Do you want to learn to drive or know a teenager who’s itching to get their L plates? Here’s what you need to know about learning to drive!
Have you got a teenager approaching their 17th birthday in your household? If so, I’m guessing that you may have already had a chat about driving lessons.
Or maybe you’re the one who wants to learn to drive? It’s one of those things that can easily get put off when life is busy – that’s why I didn’t learn to drive until I was nearly 25!
Passing your driving test has all sorts of benefits, but there are a lot of things to think about before you get your driving licence. Here’s a quick run down on some of the things you need to consider:
Applying for a Provisional Licence
You can apply for a provisional licence to drive a car up to three months before your 17th birthday. So if the application goes in on time, your teen should be able to get behind the wheel legally on the day they turn 17.
A provisional licence currently costs £34 if you apply online, or £43 for postal applications. You’ll need to provide a valid form of ID (such as a passport), your residential address for the last three years, and your National Insurance number if you know it. Click here for more information from the Gov.uk website.
Checking your Insurance
This section is really aimed at the parents of learner drivers!
If you are planning to let a learner driver use your car, it’s important that they are adequately covered with the right insurance. Not all policies allow you to add learner drivers so contact your current insurer to find out what effect a learner driver will have on your insurance premium.
If you need to switch to a different insurer, you can use a comparison site like Compare the Market to find the best prices.
Also remember that if the learner driver has their own car, it’s worth them having car insurance in their own name so they can start building up their No Claims Bonus which will help reduce their premiums in the long term.
Taking the Theory Test
The theory test assesses your knowledge of the rules of the road and road safety, so it’s a good idea to do some practice before your test.
The theory test currently consists of a computer-based multiple-choice questionnaire and a hazard perception test. In this test you’re shown clips of every day road scenes, and you need to identify the ‘developing hazard’. The sooner you spot the hazards, the higher the score you receive.
The theory test questions are based on three books:
You can also download an app to help you prepare for the hazard perception test and take a practice theory test online.
You’ll need your provisional licence number when you book your theory test online. The theory test costs £23 and you can’t book your practical test until you’ve passed it, plus there may be some time before the next available test date if you need to book a re-sit.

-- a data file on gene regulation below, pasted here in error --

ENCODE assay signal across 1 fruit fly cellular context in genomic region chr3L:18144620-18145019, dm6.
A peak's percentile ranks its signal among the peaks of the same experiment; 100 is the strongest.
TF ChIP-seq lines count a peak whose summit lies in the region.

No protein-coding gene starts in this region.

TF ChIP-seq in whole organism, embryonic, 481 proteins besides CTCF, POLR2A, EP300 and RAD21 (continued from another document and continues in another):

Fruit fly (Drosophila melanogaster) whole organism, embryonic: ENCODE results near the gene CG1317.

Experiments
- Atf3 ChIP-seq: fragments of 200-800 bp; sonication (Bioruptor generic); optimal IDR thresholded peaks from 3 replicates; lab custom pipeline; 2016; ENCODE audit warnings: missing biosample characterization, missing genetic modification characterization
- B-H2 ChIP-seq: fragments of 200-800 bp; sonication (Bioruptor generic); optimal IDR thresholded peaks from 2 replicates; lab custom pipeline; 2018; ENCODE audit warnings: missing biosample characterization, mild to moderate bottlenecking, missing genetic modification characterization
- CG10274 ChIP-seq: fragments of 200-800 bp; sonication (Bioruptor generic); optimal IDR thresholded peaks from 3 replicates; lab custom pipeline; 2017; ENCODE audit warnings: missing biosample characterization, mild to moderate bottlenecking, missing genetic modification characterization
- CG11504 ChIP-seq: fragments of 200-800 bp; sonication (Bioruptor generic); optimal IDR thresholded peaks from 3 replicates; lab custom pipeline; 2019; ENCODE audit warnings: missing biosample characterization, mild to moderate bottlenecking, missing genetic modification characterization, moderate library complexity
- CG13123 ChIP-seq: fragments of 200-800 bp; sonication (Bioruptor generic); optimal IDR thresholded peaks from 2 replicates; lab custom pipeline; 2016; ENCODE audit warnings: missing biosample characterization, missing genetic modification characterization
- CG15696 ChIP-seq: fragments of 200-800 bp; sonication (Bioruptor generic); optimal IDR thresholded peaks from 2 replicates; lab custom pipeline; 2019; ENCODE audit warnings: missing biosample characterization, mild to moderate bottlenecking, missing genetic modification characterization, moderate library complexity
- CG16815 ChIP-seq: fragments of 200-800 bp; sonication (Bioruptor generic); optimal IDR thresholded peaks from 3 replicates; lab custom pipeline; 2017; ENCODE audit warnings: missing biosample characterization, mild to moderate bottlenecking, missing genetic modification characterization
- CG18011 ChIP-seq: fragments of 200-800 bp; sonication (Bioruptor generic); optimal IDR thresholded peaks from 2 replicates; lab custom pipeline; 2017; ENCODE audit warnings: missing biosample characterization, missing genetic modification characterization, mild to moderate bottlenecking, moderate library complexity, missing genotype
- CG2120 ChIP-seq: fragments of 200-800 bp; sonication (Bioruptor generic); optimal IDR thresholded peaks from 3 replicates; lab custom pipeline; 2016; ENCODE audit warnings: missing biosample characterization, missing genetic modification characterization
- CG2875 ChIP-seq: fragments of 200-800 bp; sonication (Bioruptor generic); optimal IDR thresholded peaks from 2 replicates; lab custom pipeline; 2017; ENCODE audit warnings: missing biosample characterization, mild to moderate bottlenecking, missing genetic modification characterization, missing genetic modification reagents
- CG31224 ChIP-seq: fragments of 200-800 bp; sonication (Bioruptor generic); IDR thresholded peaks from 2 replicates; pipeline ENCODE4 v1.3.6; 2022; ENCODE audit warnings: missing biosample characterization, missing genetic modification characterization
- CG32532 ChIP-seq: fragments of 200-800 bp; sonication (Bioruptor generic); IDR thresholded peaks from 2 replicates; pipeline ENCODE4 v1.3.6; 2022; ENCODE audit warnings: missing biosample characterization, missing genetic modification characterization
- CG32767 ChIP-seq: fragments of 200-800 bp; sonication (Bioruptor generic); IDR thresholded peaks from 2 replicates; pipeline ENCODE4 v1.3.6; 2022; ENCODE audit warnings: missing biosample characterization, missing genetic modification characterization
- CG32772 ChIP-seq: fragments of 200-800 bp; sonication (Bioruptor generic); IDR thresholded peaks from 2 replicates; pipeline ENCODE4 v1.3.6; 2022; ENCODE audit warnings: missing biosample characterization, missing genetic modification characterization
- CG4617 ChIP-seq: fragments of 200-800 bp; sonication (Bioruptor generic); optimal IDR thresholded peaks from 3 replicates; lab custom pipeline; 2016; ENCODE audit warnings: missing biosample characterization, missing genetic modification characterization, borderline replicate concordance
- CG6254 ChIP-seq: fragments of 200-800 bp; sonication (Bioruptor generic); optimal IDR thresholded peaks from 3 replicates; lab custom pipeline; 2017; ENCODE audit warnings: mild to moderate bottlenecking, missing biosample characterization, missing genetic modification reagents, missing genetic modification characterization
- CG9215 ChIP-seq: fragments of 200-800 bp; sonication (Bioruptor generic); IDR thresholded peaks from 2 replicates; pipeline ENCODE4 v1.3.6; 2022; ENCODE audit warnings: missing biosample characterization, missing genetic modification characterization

Finding a Driving Instructor
When you’re looking for a driving instructor, it’s a good idea to ask around for personal recommendations.
You might want to learn with a large well known driving school like The AA, or you might prefer to go for an individual driving instructor. Also consider if you have any specific requirements – for instance you might feel more comfortable with a female driving instructor.
Some driving schools may offer intensive driving courses, discounts for block booking lessons, or specialise in lessons for nervous drivers.
How you get on with your driving instructor is a big factor in learning to drive. Don’t be afraid to change instructors if you don’t think you’re progressing well enough.
Booking your Driving Lessons
You may be wondering how many lessons you need to pass your driving test.
You can generally reckon on needing around 40-50 hours of lessons and an additional 20 hours of practice with a family member or friend. But there’s no set amount of hours that you need, it depends on how quickly you learn so you may need more or less than that.
The cost of driving lessons can certainly add up quickly, so it’s a good idea to try and save up before you start learning if possible. You can often save money by booking lessons in blocks of 10 or more.
Taking the Practical Test
Your instructor will let you know when you are ready to take your practical test. Generally speaking, you need to be competent at the different manouevres, and comfortable driving in challenging situations without assistance from your instructor.
If you’re feeling unsure, why not ask your instructor to put you through a mock test to get an idea if you are ready for the real thing?
The practical test currently costs £62 for weekdays, or £75 for evenings, weekends and bank holidays. Remember that many people need more than one attempt, and you will probably need to budget for a few extra lessons while you wait for a repeat test.